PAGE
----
Complete the Ironman VR5 (Quarantine Challenge #5)

published by Bren

Last updated: May 21, 2020

One thing I learned during my recent journey into endurance sports is that triathletes are an odd bunch. I don’t know if I’ve met a group of people more obsessed with their sport than the #swimbikerun crowd.

So as you can imagine, with the triathlon season almost entirely cancelled worldwide, the triathlon community has been going a little crazy.

As a solution Ironman started hosting virtual races (VR’s) through their newly launched Ironman Virtual Club. Even the pro season is now being run virtually for world ranking points. It’s pretty wild that technology now allows triathlon, one of the most outdoor sports ever, to be run remotely with athletes in quarantine!

The way these races work is you register for the event, and then you connect your Garmin or Fitbit GPS to the Ironman Virtual Club while you complete your race (I use the Garmin Forerunner 935). You can also connect a treadmill or bike trainer with an approved distance meter. Your info feeds into the Ironman Virtual Club as you complete the event with your recorded time. Then once you’ve finished, you get ranked on the leaderboard and get a little virtual badge on your profile.

VR1 to VR4 were shorter triathlons, but I got the email last Monday saying VR5 was happening that weekend and it was going to be a half Ironman. I hadn’t been in training since racing at Ironman NZ, which was nearly two months ago. This seemed like the perfect challenge to test if I still had any life in these legs!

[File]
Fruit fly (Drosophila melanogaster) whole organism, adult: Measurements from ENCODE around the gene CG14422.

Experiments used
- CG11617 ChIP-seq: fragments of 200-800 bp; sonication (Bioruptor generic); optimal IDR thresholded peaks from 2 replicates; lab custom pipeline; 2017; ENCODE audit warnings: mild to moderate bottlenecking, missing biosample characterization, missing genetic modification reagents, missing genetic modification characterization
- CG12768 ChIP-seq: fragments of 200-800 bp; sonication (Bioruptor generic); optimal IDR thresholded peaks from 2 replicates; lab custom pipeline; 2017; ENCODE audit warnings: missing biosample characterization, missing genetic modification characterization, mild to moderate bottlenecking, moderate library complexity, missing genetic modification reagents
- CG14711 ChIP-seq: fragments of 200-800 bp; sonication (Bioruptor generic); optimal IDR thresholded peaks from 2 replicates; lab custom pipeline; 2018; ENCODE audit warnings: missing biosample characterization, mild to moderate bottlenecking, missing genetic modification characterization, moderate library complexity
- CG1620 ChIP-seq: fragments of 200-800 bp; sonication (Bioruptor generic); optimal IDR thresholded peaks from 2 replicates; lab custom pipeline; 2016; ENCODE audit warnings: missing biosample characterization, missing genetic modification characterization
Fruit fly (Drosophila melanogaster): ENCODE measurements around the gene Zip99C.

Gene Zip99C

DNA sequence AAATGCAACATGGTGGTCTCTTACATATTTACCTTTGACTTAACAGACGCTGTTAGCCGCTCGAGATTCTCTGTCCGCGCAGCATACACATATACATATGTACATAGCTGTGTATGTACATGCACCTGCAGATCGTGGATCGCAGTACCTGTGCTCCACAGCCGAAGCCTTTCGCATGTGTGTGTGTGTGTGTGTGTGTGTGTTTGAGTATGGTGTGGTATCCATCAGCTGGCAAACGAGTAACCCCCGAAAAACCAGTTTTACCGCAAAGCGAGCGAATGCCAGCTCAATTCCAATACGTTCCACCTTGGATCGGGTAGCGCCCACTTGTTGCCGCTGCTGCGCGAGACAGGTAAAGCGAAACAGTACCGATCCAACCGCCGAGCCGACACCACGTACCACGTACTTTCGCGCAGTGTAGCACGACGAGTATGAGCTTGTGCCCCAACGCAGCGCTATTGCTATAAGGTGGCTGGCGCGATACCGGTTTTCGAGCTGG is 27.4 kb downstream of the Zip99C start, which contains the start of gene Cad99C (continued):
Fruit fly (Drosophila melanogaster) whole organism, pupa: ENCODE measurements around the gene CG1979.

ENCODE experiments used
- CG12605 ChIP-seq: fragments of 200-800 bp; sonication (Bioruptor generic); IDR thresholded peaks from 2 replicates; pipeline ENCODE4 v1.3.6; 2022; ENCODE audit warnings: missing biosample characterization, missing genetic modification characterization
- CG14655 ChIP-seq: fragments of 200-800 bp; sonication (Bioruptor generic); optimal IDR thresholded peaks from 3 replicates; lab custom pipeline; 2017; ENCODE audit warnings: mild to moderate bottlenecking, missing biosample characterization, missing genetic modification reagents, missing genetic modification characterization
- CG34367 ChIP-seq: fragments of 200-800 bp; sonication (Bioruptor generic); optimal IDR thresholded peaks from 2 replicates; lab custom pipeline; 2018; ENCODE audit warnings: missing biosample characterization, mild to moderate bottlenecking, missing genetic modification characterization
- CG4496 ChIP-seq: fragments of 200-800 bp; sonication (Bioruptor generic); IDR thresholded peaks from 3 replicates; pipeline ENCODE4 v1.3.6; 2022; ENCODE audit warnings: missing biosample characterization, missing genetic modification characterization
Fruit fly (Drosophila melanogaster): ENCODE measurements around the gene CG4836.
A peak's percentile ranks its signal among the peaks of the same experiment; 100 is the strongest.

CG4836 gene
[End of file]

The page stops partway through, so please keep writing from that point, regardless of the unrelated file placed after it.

While a half Ironman usually involves a 1.9km swim, most people don’t have access to pools during Covid-19. To solve this they replaced with swim in the VR’s to short runs, so the course for Ironman VR5 was set as:

  • 5km run
  • 90km bike
  • 21km run

The other cool thing about the VR races is they’re hosted over an entire weekend. So you have almost three days to finish it, and can do the events in any order you want. You can do it all in one day, or spread it over the whole weekend. Not only does that make it easier, but also means there’s no excuses for scheduling etc! You can race in the middle of the night if you want.

The race window is based on GMT, but the official window for New Zealand was Saturday 7:00 am until Monday 11:59 am.


Even though I only had four days to prepare, even a small amount of preparation was important. I knew jumping straight into half Ironman distances after two months off would be a shock to the legs that wouldn’t be fun or healthy.

On Tuesday, I laced up for a 5km run. It actually felt great and I finished comfortably with a comfortable pace. That was a confidence boost and I started worrying less about the half marathon, which I’d been having some doubts about.

On Wednesday, I got on my bike trainer for an indoor ride.

At the time I didn’t know I could track distance on my trainer, so I just measured by time. I did an hour, which is usually around 25km for me on the road.

My legs were quite achy after that, so I decided Thursday and Friday would be for resting and stretching before race weekend started on Saturday morning.


The weather forecast for the weekend was awful. Saturday was supposed to be cloudy (but dry) all day, but then Sunday and Monday were both stormy with heavy rain all day. That meant I needed to get everything done on Saturday, or at least the half marathon and the bike ride. Otherwise, I’d be spending many hours running and riding in the rain on Sunday and Monday.